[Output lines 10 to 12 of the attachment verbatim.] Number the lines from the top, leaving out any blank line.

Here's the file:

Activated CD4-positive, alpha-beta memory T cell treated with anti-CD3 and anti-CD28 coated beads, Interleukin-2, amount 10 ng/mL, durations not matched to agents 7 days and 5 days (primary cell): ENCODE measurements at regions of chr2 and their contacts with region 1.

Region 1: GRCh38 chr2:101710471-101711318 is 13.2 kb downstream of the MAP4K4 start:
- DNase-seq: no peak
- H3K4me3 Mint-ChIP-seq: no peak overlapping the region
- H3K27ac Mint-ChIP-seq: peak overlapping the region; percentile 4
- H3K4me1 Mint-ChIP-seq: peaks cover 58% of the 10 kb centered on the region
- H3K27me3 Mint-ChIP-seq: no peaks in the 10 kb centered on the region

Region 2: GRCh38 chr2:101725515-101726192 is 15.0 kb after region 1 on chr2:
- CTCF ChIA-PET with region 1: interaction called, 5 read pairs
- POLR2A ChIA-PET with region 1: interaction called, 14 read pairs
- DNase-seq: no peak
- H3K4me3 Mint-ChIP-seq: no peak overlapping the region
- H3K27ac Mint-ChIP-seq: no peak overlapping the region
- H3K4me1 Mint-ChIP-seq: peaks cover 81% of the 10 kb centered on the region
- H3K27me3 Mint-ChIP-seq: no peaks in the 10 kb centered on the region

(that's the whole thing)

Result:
- POLR2A ChIA-PET with region 1: interaction called, 14 read pairs
- DNase-seq: no peak
- H3K4me3 Mint-ChIP-seq: no peak overlapping the region